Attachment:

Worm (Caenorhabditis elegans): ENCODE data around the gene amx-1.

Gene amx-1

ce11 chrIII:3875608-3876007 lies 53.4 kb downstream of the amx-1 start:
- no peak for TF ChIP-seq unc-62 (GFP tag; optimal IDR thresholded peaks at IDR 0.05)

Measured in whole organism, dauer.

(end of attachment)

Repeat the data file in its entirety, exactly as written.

Worm (Caenorhabditis elegans): ENCODE data around the gene amx-1.

Gene amx-1

ce11 chrIII:3875608-3876007 lies 53.4 kb downstream of the amx-1 start:
- no peak for TF ChIP-seq unc-62 (GFP tag; optimal IDR thresholded peaks at IDR 0.05)

Measured in whole organism, dauer.